Swiss architecture firm Herzog & de Meuron beat 12 other submissions to win the contract in April 2003. The design for the stadium, which was based on a study of Chinese ceramics, uses steel beams to disguise supports for the retractable roof, giving the stadium the its tangled Birds Nest look.

Chinese artist Ai Weiwei was the artistic consultant on the project.

Engineering consultancy Arup completed the structural engineering for the project, while the main construction contract was handled by the Chinese government. At the peak of construction, 17,000 people were active on the site.

The structure uses 110,000t of steel and was assembled by over 100 skilled welders, using a total of 2,000kg of welding rods. The stadium is enclosed in a double-layered membrane which makes it soundproof, windproof and rainproof. The outer skin was created using 884 individual ETFE panels, covering a total of 38,500m2. The inner layer consists of PTFE material. 1,044 panels take up 53,000m2.

Structure: National Stadium
Location: Beijing, China
Opened: June 2008
Design: Herzog & de Meuron
Structural engineer: Arup
Cost: $423m

4. Sydney Opera House

New Picture (21)Sydney Opera House

It is hard to believe that the Sydney Opera House is rapidly approaching its 40th birthday, such is its architectural and engineering brilliance.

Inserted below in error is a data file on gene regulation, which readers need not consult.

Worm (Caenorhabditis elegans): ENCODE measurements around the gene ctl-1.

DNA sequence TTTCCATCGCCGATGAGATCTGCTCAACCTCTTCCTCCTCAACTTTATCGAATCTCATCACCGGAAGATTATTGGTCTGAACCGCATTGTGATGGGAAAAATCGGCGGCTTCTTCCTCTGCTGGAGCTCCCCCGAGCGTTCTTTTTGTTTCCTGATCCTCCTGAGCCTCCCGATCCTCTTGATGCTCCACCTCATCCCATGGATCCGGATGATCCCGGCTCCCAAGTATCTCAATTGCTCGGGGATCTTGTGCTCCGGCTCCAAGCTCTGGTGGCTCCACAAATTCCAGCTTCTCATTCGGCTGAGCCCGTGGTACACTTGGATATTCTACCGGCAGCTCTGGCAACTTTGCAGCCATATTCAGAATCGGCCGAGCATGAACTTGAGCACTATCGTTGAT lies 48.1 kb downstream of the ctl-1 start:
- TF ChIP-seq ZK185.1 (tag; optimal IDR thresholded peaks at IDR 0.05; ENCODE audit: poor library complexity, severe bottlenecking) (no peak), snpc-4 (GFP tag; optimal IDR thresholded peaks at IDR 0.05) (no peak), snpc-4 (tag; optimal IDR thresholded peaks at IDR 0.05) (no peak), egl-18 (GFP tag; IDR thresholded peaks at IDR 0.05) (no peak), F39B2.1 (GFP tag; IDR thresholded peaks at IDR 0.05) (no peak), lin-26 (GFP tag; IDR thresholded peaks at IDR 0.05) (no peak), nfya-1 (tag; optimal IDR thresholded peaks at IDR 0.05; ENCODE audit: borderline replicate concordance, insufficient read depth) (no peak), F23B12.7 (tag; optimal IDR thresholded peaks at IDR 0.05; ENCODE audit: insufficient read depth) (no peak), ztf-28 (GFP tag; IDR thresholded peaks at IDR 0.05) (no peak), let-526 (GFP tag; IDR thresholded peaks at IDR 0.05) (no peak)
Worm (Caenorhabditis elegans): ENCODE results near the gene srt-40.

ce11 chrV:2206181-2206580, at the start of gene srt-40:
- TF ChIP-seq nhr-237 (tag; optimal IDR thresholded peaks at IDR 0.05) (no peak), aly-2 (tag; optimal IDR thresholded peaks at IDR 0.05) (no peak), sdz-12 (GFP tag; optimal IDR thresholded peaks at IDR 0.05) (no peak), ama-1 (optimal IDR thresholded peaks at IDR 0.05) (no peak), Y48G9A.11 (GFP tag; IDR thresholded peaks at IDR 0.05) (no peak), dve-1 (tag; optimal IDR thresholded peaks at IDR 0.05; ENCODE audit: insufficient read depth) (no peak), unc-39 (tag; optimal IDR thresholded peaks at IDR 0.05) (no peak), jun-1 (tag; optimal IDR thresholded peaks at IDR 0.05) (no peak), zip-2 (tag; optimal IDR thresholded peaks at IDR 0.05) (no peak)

The design of the Opera House and its instantly recognisable sails began in 1950, conceived by Danish architect Jørn Utzon, who won a design competition in 1957.

The project was built in three stages. Stage I (1959–1963) consisted of building the upper podium. Stage II (1963–1967) saw the construction of the outer shells. Stage III (1967–1973) consisted of the interior design and construction.

Structural engineering was overseen by Ove Arup and Partners - and the company was responsible for finding an economical solution to the design and construction of the shells. Design work included one of the first ever uses of computers in a structural analysis application.

The shells were made by Hornibrook Group (Pty) Ltd., which was also responsible for construction of Stage III. Hornibrook manufactured the 2,400 precast ribs and 4,000 roof panels in an on-site factory, and also developed the construction processes.

Utzon received the Pritzker Prize, architecture’s highest honour, in 2003.

Structure: Sydney Opera House
Location: Sydney, Australia
Opened: 20 October, 1973
Architect: Jørn Utzon
Structural engineer: Ove Arup and Partners
Main contractors: Civil and Civic (Phase 1); Hornibrook (Phase 2 and 3)

5. Wembley Stadium, London

New Picture (22)Wembley Stadium